Adam Smith’s The Wealth of Nations was published the same year as independence was declared. Being very young, America did not have the burden of hundreds of years of economic cronyism. There were no aristocrats, no guilds, no ancient monopolies or hereditary tariffs as there were in continental Europe. And therefore Karl Marx was wrong, at least about America, when he wrote, “Men make their own history, but they do not make it as they please; they do not make it under circumstances chosen by themselves, but under circumstances directly encountered and transmitted from the past.” We had less past than any other country, and therefore we could make our own history, creating the most Smithian economy in the western world. To be sure, it was not purely Smithian. People in government will always try to help those who are powerful at the expense of those who might become so. But the U.S. has consistently come closer to the Smithian ideal, over a longer period of time, than any other major nation.
Nothing encourages entrepreneurial activity more than the freedom to take risk. Consider one of my favorite early American entrepreneurs, Frederic Tudor. In 1806, he decided to sell ice. He wanted to get it where it was cheap, New England, and sell it where it was dear, the Southern states and the West Indies. Everyone laughed. But his secret was a waste product that a great New England industry was more than happy to supply him with for free—sawdust, an excellent insulator. So Tudor combined two cheap things and made them valuable simply by moving their location. By 1820 he was shipping 2,000 tons of ice a year to as far away as Calcutta, getting as much as 25 cents a pound. By 1850, ice was one of New England’s largest exports. By 1900, of course, the trade was dead, thanks to the invention of refrigeration. We call that creative destruction.
A second great spur to entrepreneurship is the freedom to fail. And no country in the world has been as consistently tolerant of economic failure as the United States. While bankruptcy in Europe has always been regarded as a moral as well as a financial failure, this has not been the case here—possibly because we are descendants of people who sought a second chance by immigrating. There were, to be sure, debtors prisons in colonial and early America, and some very distinguished people spent time in them— including James Wilson, one of the first justices of the Supreme Court. But debtors prison, a remarkably counter-productive institution—after all, how do you pay off your debts while you’re cooling your heels in jail?—was abandoned in the U.S. earlier than elsewhere. It ended under federal law in 1833, and most states had followed suit by 1850. Great Britain wouldn’t abolish debtors prison until 1869.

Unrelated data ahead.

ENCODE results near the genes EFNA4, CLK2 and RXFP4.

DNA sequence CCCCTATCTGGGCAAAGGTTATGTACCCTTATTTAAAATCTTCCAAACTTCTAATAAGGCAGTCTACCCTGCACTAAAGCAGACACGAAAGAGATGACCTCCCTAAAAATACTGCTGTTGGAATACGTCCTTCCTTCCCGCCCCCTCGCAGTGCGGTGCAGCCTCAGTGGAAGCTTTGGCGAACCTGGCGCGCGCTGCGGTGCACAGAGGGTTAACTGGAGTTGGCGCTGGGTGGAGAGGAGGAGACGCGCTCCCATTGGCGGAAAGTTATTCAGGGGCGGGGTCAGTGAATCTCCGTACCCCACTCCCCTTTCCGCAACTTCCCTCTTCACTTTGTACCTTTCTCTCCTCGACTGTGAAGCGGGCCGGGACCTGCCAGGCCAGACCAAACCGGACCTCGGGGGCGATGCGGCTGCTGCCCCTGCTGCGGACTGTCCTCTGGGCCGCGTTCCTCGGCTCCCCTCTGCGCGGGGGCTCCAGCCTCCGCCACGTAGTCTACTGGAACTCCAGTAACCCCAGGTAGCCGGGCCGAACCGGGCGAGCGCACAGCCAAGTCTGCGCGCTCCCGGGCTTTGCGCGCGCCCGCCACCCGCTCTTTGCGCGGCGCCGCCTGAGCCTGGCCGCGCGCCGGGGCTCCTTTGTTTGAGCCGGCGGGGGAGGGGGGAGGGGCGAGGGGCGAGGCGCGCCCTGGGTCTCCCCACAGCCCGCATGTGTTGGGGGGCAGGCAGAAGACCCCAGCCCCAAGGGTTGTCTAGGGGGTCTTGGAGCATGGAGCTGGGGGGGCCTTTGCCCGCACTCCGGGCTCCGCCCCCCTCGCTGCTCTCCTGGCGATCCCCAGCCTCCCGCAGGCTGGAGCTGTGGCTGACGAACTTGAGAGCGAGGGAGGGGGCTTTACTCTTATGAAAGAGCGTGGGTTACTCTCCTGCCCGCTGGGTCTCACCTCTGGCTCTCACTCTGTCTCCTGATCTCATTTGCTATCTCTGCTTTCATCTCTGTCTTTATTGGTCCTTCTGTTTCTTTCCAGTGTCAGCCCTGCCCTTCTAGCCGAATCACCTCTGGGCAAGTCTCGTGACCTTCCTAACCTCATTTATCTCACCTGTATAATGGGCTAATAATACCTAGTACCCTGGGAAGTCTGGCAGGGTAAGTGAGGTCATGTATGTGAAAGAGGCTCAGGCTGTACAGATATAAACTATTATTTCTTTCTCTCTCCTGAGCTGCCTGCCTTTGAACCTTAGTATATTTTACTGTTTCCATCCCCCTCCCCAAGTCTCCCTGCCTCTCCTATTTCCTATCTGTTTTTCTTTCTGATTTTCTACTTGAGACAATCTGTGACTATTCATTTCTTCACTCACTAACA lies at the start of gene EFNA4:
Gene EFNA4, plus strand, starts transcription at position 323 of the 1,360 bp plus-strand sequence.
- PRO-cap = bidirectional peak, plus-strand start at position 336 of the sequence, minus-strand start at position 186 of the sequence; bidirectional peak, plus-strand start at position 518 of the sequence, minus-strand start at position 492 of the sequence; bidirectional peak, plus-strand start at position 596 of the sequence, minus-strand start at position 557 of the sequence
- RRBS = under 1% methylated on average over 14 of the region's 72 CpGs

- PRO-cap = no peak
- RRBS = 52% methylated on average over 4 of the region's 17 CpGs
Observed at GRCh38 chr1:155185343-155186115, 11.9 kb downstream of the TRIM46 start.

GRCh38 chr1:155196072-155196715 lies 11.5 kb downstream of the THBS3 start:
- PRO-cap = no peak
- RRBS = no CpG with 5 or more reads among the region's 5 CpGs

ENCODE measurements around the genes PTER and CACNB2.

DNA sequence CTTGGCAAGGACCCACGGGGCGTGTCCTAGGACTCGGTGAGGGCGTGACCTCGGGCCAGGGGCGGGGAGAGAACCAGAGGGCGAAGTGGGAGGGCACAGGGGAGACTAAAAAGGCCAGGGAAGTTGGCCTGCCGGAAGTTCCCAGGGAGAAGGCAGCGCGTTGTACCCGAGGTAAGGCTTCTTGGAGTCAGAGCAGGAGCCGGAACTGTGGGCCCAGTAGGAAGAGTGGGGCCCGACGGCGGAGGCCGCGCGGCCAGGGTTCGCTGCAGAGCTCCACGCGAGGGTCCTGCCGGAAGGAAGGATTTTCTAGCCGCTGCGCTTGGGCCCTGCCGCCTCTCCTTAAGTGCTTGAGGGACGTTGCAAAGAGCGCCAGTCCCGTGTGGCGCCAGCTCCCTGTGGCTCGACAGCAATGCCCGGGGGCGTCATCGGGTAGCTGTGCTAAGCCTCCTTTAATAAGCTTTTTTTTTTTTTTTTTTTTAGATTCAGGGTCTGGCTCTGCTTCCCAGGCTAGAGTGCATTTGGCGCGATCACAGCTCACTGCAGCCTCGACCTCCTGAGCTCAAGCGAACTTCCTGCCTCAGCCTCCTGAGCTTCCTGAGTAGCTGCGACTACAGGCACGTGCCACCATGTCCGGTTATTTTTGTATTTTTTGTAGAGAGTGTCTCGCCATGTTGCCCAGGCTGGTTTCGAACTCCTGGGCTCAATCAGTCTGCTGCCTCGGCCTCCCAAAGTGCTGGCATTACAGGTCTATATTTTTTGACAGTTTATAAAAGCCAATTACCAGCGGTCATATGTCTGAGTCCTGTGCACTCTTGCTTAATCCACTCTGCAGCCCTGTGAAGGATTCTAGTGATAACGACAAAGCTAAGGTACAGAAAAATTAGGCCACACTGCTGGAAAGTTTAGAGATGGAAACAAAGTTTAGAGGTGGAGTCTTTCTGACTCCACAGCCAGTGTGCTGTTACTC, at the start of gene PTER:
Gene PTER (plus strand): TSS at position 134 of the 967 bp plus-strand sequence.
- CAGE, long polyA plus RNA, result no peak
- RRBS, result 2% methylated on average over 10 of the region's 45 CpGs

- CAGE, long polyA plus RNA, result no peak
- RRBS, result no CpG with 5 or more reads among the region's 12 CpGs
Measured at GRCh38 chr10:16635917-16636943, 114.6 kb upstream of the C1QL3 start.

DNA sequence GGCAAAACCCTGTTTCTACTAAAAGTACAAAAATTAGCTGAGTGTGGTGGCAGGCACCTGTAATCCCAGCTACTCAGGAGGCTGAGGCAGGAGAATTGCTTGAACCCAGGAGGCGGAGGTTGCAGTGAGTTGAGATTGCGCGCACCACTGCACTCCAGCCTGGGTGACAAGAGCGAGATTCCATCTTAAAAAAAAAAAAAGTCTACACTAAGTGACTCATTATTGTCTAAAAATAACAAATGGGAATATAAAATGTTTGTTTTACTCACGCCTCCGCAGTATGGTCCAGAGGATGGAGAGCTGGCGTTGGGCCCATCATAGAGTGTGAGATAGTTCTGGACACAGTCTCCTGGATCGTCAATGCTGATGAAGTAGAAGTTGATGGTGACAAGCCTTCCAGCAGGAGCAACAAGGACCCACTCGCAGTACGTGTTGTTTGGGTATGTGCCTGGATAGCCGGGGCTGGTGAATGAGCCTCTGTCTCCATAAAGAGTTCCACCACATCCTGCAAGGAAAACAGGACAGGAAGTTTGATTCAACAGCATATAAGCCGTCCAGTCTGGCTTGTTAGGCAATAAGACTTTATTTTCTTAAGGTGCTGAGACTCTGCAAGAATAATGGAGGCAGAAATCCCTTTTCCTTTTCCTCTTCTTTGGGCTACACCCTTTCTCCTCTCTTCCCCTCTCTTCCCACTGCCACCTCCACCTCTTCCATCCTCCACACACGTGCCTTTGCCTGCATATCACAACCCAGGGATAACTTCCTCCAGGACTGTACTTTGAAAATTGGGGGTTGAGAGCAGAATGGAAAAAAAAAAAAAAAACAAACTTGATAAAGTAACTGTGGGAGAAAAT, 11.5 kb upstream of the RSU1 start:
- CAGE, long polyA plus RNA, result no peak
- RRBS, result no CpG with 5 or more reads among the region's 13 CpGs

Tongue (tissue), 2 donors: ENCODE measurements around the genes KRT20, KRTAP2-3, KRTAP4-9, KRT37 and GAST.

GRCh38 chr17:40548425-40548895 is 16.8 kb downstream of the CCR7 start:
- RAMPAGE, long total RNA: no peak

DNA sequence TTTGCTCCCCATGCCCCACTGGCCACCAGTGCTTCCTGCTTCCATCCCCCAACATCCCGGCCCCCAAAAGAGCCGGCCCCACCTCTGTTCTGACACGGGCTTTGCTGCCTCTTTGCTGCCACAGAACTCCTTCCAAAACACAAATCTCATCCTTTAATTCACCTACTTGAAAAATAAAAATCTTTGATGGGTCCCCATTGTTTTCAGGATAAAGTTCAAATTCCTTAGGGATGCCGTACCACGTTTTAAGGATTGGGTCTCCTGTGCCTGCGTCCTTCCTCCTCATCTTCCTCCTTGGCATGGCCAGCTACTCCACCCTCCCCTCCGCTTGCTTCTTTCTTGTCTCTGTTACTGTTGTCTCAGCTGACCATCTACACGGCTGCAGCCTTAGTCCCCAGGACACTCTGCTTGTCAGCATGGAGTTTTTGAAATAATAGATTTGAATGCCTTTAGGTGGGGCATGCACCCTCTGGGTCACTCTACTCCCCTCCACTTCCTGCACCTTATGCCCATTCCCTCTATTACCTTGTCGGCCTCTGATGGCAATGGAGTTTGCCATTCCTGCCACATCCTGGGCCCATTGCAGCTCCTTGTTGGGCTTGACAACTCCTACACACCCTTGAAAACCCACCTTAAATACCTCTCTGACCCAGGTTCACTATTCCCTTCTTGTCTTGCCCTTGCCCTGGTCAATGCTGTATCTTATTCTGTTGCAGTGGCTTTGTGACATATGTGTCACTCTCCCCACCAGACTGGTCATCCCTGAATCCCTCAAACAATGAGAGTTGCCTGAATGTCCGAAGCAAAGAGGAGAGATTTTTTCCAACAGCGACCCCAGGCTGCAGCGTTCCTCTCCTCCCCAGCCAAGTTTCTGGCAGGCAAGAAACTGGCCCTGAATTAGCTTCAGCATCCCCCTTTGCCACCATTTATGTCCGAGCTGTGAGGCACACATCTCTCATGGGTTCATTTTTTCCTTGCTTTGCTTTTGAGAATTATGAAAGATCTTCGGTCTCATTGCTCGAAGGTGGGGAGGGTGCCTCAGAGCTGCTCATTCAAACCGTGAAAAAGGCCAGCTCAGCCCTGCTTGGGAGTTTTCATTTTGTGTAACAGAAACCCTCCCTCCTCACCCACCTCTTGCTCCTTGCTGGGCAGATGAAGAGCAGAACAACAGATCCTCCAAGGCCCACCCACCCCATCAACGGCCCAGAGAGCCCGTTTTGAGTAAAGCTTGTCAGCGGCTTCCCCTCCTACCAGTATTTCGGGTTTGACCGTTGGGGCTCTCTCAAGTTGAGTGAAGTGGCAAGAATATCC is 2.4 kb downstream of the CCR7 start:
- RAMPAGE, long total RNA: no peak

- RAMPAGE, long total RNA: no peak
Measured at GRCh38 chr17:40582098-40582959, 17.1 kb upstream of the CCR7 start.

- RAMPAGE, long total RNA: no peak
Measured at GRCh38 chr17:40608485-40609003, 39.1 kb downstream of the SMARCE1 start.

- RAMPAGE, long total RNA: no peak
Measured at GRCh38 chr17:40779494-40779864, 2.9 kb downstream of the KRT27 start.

As a result of this freedom to fail without suffering social opprobrium, many entrepreneurs were able on their second or third try to strike it rich. Consider Henry Flagler, who began his business career in the wholesale commodity business and prospered so well that he was making a then vast income of about $50,000 a year by the time of the Civil War. When the war drove the price of salt through the roof, Flagler invested heavily in a salt company in Michigan. When the war ended, however, the price of salt collapsed, as did the business. Flagler, who had risen from the son of an itinerant preacher to the “one percent,” was broke. He had to borrow money from his father-in-law—at ten percent interest, no less—in order to feed and house his family. But only five years later, Flagler was a founding partner of Standard Oil, with one-sixth of the company. Later, after running Standard Oil became a matter of management rather than entrepreneurship, Flagler used his Standard Oil millions to create the modern state of Florida, turning it from a semi-tropical wilderness into a tourist mecca and agricultural powerhouse. No American had as much influence on the shaping of a state as Henry Flagler had on Florida, except perhaps Brigham Young in Utah.
Or consider Isaac Merritt Singer. He was on his own by the time he was 12, and only basically literate—a character straight out of Dickens. At 19 he obtained an apprenticeship in a machine shop and soon demonstrated a marked talent for mechanics. Unfortunately for Singer, he wanted to be an actor—a profession for which he had little talent. Singer tinkered on the side and invented a rock drill, but he was so desperate for money that he sold the patent for a mere $2,000. Only when he gave up acting in middle age did he turn his attention full time to mechanics, and soon after that he invented a new kind of sewing machine that had a great advantage over previous kinds: It actually worked. Once the patent situation was settled—it was the first use of what is now a standard model for dealing with complex inventions to which many people contribute pieces, the patent pool—he made a vast fortune, as the sewing machine revolutionized, and industrialized, the clothing industry.
It’s not hard to see why: A shirt that took a seamstress 14 hours to sew by hand could now be produced in an hourand- a-quarter. Many clothing workers feared for their livelihoods. But of course the effect of the sewing machine was to enlarge their business, not destroy it. As the price of ready-made clothes dropped, the increasing market for them made up for the lower price many times over. This is one of the fundamental means by which capitalism has made the world a richer place for everyone.